His theory is that the logo, or the master of it at least, got "screwed up" and it was just used on the last string of Classics VHS releases whilst the LaserDiscs used the 1986 Walt Disney Home Video logo. This makes so much sense now that I think about it, and I never even considered this in my 8 years of Disney videocassette collecting. For many years, I was confused as to why most of the LaserDiscs used the standard WDHV logo other than the the Classics logo. This could also explain the whole "Walt Disney's Masterpiece" deal on the early 1990s video releases of Fantasia and Pinocchio.

Fantasia's video release, which came out in November 1991, used the Classics logo on both the VHS and the LaserDisc. The next Classics release, One Hundred and One Dalmatians (April 1992), would use the bluer Classics logo. There was no LaserDisc edition.

The Great Mouse Detective, released three months after Dalmatians, got a LaserDisc edition. It opens with the Walt Disney Home Video logo, the VHS uses the overly-blue Classics logo.

The Rescuers came next in September 1992... The VHS opened with the overly-blue Classics logo, and its jingle sounded like it was pumped up with bass steroids! drfsupercenter adds that the master might've worn down and got distorted by this time. All VHS Classics releases after The Rescuers contained this logo. But if the master wore down, how come Pocahontas' early printings use the 1989 Classics logo - complete with clean-sounding music?

We'll get to that.

The LaserDisc of The Rescuers on the other hand...

Video courtesy of my good friend/collector Andrew Vickers...

Look at that! The prototype/metallic (I've been calling it that since 2006, along with several other collectors) Classics logo made a comeback! This also appeared on the demo tape of The Rescuers as well (found by fellow collector Matthew C.), also...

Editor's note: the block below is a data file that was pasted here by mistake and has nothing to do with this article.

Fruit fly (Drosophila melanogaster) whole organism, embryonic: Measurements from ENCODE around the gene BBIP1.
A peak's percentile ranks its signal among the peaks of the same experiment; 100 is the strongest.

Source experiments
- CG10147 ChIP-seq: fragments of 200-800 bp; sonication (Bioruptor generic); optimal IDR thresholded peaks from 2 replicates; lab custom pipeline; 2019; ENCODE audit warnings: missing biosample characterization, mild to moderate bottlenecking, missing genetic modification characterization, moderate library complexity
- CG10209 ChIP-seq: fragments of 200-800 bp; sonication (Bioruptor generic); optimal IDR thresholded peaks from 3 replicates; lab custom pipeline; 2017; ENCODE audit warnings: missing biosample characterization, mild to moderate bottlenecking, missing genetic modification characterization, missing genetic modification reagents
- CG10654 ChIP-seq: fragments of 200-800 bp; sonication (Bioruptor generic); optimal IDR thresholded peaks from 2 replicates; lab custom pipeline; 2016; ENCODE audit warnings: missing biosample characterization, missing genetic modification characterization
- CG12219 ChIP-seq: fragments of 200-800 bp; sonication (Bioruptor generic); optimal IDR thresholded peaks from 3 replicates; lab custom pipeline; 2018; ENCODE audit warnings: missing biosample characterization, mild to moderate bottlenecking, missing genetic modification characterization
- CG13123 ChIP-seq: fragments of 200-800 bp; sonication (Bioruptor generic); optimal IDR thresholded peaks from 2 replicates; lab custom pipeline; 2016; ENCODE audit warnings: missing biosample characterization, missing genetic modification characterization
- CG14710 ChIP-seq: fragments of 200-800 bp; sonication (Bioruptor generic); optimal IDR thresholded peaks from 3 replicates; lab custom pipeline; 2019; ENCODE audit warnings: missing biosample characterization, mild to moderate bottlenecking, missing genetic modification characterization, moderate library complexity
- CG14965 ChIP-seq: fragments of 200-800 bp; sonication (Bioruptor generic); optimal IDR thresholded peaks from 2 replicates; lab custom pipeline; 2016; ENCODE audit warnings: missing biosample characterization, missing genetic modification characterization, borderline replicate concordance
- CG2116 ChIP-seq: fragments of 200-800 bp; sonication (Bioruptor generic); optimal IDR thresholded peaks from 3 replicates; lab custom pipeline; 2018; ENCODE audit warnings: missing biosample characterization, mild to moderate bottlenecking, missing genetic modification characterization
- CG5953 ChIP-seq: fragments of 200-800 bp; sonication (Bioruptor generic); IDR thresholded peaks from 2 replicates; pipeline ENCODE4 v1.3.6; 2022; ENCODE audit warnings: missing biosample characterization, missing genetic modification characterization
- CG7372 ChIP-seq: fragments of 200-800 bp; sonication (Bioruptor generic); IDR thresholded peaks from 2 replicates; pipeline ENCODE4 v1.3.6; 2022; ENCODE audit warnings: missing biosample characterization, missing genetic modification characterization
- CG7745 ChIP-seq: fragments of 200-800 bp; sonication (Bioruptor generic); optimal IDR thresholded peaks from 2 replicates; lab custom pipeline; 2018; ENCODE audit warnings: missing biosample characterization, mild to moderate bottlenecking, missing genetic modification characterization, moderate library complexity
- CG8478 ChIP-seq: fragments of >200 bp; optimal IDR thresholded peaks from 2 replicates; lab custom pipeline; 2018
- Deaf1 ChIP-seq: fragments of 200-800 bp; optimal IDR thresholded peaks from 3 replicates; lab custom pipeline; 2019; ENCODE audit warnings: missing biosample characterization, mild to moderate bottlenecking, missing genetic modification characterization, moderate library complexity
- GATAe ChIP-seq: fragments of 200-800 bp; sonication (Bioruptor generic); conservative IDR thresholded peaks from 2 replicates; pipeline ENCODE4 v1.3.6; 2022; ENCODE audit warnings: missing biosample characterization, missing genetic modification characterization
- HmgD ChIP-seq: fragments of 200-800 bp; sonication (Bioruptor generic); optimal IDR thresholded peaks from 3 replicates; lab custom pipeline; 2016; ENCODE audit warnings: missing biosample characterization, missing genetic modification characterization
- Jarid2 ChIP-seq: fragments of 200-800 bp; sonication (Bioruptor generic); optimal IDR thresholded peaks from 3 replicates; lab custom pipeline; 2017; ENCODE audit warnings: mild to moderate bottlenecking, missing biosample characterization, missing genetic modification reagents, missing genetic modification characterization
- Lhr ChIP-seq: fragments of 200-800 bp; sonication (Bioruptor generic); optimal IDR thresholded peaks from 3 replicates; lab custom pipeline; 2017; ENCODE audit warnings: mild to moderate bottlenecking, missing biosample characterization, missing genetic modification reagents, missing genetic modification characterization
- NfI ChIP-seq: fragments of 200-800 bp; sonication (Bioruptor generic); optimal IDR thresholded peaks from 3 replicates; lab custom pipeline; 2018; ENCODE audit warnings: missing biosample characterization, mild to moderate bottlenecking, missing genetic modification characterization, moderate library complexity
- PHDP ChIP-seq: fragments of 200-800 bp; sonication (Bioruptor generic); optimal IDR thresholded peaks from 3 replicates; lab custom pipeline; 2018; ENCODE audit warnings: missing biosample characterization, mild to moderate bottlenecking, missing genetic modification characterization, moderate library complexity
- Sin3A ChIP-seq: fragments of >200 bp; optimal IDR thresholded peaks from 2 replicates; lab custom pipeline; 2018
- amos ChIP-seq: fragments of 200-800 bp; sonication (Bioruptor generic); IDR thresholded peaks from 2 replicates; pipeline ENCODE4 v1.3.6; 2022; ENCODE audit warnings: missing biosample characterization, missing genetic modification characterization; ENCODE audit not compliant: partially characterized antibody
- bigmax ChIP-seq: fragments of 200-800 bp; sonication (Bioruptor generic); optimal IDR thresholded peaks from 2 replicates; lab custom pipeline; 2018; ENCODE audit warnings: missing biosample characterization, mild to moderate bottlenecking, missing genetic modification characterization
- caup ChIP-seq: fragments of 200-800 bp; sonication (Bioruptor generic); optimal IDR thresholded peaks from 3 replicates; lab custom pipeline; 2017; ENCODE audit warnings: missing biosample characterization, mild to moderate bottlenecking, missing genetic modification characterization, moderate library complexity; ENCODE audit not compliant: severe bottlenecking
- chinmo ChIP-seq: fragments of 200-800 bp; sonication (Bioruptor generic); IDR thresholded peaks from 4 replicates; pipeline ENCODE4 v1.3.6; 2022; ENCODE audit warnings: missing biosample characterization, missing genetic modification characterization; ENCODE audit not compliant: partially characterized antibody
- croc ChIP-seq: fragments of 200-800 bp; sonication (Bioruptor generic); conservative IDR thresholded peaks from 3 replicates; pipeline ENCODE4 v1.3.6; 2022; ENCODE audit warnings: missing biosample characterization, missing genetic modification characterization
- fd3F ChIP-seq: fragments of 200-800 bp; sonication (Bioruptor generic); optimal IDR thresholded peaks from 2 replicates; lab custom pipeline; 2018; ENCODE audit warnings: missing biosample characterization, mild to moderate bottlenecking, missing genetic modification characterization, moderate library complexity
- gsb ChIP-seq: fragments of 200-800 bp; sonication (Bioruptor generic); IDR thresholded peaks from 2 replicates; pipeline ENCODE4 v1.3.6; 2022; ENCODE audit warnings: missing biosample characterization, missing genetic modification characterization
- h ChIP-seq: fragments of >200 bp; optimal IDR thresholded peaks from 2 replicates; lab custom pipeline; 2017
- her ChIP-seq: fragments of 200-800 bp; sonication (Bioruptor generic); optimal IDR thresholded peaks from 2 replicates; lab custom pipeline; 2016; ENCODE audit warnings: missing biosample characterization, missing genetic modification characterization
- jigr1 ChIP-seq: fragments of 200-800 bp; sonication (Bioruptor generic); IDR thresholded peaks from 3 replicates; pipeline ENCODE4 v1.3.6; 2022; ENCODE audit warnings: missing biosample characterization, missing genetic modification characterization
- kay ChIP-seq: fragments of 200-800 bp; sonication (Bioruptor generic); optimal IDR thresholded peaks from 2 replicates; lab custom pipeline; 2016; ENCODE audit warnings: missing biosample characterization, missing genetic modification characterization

Later printings of the 1991 video release of Robin Hood oddly use this logo (the later printings also omitted the two 1991-era previews and replace the red-orange warning screens with green ones). It also appears on the later printings of The Rescuers Down Under's 1991 video release from early 1992-ish... In Canada only, though.

How come that quickly-discarded variant appeared on scattered releases in the early 1990s?

Was it accidentally used on some of these tapes and discs? Or did the editors intentionally put it on some releases because they liked that variant? Or did they get the wrong masters when putting the tapes together? drfsupercenter thinks that the masters got mixed up because they were pressing millions and millions of units, after all, Disney animated films were usually in the top five best-selling videocassettes of their respective years.

The last Classics release with a LaserDisc edition was Aladdin in 1993, the last Classics release was the VHS-only The Fox and the Hound in early 1994. The Classics logo was officially retired, the line was officially retired... In came the Walt Disney Masterpiece Collection.

And more anomalies!

Many printings of the early Masterpiece Collection releases use the distorted Classics jingle for the WDMC logo. My print of Dumbo - printed Jan. 17, 1996 - has this version, some LaserDiscs even have it! Bambi and Mary Poppins immediately come to mind, and those were released in the late 1990s! This was distributed alongside the normal Masterpiece Collection logo with the new music, a more updated re-recording of the Classics logo's music.

Remember how I mentioned the early pressings of the Pocahontas' VHS and how they contained the 1989 Classics logo?